Racism in Soccer, can the MLS benefit from European ignorance?

Discussion in 'MLS: General' started by Bird1812, Apr 19, 2007.

  1. Uberwill

    Uberwill New Member

    Jan 3, 2007
    An important thing to remember about NFL Coaches, and coaches in general here in the US, is that many start out as high school then college coaches before getting a chance to manage or even work for a pro team.

    Take, for example, Bruce Arena. I would wiki it up to back up my facts, but China (here for the semester) has something against it. So feel free to call bullshit on any of this. If I remember correctly, Arena started out as a NYC highschool coach, moved to coaching at the college level then was hired by DC United before becoming the MNT coach. Looking at the coaches around the MLS, the Americans at least, that seams to be the most common career trajectory.

    So coaching comparisons with the US are not always helpful when it seems so many European Coaches come from the players ranks.

    Next point.

    A while back, on page two or so, someone pointed out that while there may still be some racism in stadiums in some spots in Europe, it had decreased drasticly over the years. They said it in a manner that seemed to imply this fact made everything ok.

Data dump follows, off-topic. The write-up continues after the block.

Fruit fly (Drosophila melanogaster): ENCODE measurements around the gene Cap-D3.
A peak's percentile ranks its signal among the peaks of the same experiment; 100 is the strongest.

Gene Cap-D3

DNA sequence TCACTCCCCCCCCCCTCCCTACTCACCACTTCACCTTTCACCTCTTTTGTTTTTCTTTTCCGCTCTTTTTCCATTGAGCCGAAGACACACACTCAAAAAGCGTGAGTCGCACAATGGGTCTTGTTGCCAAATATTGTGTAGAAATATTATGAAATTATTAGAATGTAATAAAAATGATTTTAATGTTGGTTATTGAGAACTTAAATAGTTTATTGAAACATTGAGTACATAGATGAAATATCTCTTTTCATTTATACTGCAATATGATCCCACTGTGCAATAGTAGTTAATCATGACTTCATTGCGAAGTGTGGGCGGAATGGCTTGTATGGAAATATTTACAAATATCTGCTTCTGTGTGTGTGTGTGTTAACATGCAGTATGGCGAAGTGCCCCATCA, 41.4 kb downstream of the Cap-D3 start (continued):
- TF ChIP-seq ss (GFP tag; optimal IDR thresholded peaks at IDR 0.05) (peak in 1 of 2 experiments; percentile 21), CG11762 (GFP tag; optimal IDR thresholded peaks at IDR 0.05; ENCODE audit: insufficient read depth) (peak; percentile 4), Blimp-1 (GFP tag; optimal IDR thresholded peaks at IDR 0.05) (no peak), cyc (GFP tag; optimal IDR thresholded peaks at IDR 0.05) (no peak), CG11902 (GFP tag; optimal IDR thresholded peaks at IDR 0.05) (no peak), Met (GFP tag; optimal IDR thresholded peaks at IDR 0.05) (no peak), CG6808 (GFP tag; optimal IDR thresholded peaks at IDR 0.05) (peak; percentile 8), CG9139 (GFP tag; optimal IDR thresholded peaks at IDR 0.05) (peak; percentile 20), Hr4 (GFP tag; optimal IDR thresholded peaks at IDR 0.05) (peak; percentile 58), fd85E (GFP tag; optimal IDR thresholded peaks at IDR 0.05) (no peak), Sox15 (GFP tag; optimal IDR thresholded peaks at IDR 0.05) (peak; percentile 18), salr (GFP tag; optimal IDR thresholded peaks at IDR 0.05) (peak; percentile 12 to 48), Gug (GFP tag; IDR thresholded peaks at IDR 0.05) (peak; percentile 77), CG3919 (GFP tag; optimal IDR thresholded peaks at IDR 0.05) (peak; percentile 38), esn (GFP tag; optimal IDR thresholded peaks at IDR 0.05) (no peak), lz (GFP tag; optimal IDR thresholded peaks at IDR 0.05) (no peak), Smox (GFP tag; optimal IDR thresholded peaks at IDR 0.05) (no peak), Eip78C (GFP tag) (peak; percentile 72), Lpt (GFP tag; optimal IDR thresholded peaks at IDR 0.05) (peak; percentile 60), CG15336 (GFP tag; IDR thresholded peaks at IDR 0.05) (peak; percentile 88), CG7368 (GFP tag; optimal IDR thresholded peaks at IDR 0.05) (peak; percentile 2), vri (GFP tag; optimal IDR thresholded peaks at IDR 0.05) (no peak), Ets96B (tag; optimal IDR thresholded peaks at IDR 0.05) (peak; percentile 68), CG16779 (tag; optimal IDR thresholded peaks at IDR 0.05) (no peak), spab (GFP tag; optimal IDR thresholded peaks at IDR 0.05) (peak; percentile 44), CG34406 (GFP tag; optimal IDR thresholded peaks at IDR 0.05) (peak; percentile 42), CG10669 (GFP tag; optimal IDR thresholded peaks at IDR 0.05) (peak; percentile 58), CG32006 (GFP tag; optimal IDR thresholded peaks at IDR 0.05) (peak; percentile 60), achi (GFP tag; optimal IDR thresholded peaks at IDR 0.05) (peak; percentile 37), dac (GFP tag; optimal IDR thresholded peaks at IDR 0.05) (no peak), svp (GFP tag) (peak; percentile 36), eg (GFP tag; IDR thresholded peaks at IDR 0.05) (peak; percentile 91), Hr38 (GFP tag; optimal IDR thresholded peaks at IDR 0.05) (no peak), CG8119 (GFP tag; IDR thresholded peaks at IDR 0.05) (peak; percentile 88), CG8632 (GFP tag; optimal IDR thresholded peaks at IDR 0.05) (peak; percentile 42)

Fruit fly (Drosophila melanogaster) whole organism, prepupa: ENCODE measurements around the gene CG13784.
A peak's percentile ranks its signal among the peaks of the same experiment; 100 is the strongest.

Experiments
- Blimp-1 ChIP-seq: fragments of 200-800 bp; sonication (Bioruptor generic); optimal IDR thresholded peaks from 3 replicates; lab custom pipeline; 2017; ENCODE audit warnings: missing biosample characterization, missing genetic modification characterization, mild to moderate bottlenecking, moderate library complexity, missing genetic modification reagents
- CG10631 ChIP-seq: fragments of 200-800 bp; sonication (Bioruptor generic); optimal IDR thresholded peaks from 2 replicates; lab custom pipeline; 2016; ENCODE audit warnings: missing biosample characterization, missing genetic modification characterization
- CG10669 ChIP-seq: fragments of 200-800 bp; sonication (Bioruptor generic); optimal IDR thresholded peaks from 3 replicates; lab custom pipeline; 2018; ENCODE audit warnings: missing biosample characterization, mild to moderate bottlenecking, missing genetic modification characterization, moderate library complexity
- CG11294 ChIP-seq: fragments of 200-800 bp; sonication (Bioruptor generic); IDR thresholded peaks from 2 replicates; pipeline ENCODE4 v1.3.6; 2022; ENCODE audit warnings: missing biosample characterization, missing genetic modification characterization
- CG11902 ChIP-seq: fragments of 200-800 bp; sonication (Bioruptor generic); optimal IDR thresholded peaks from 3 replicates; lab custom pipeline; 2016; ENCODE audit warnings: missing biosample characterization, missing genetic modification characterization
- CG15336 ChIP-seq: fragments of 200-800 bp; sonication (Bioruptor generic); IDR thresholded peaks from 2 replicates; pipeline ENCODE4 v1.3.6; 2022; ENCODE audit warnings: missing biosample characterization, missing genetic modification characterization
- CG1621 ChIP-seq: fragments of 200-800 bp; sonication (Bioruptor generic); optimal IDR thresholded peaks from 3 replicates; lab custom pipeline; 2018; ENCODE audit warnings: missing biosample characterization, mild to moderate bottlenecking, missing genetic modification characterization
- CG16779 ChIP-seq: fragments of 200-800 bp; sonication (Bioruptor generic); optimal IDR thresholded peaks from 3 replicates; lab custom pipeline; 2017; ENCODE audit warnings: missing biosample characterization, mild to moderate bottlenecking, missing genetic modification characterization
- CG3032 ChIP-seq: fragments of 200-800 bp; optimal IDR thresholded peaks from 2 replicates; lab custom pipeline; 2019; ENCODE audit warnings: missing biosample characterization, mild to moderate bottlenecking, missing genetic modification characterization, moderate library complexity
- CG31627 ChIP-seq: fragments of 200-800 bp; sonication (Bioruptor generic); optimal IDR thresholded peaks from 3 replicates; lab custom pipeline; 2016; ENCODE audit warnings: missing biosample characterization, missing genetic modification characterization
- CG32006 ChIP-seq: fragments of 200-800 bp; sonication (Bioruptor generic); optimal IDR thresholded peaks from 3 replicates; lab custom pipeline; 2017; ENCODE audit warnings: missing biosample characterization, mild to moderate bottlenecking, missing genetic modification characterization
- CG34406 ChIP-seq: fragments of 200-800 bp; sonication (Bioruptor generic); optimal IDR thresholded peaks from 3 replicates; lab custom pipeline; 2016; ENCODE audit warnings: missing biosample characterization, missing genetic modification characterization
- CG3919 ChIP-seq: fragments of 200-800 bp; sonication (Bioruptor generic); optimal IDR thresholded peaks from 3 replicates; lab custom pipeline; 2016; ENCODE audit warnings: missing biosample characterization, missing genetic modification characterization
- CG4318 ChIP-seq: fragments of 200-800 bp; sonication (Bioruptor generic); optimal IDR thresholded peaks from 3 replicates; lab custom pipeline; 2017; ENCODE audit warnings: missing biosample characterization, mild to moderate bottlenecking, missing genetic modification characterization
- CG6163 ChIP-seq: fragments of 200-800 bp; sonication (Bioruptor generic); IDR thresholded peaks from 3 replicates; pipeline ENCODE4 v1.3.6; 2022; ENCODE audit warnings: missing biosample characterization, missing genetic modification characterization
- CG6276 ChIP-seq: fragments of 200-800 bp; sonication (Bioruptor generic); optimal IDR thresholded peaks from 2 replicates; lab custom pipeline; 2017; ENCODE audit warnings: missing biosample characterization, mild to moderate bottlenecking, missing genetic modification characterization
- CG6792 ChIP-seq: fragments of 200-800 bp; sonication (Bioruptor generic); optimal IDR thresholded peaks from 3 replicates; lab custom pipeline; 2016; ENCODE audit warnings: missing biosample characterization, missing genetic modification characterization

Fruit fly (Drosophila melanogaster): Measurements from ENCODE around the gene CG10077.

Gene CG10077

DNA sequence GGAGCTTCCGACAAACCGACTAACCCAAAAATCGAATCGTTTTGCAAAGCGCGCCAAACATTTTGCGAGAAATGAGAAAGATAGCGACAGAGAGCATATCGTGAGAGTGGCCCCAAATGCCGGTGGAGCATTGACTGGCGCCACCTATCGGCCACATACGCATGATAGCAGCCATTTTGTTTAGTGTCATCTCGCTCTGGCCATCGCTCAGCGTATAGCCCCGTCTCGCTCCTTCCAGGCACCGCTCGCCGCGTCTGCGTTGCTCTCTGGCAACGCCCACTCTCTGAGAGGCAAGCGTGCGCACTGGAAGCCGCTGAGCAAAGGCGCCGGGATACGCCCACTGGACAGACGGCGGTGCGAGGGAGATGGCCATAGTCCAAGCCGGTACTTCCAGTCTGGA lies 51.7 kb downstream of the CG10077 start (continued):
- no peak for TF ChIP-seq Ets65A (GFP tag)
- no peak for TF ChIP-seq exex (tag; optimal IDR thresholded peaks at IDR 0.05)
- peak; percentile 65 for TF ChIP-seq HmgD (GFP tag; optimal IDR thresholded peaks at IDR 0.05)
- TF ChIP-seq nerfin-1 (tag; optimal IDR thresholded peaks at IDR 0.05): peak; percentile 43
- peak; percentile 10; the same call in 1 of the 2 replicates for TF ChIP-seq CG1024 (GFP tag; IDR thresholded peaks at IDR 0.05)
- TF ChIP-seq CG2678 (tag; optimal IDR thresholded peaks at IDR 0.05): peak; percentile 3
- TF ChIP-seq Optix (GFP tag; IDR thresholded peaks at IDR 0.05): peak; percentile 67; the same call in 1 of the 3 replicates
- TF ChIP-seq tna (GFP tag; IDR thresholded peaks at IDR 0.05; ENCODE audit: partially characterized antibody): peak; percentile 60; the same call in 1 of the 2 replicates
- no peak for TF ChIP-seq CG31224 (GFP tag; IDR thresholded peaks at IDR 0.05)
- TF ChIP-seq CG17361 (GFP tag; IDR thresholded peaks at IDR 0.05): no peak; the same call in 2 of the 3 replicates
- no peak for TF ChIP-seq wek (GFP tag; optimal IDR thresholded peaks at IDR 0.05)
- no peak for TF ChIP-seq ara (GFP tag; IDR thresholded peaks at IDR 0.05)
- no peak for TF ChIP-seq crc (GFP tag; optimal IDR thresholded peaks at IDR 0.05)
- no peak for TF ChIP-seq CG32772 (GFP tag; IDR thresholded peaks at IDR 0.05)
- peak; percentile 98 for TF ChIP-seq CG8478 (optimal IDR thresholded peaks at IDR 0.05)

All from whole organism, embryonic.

In responce I would like to put down a conversation I had with some of the students I teach here in China.

    One girl asked me, "Why do Americans say that China does not have much Civil Rights?"

    I told her about the high standard that many Americans idealize and enumerated some differences between China and America (ie. in the US you can't get arrested because the government thinks you might protest a government metting taking place next week, whereas in China... you can).

    Her responce to this was, "Well, its much better than it was twenty years ago." And from the way she said it, I could tell she though that the state of civil rights in China was just fine.

    It seems to me that the responces are similar in both cases here.

    Yeah, progress has been made... so what? There is still a problem. A visible one.

    I know that civil rights in the US are being s*** on. And I know that rcism exists here as well. That does not change the fact that many places in Europe have a serious problem.

    God I hope all that makes sense. Oh well, proofreading is for the weak.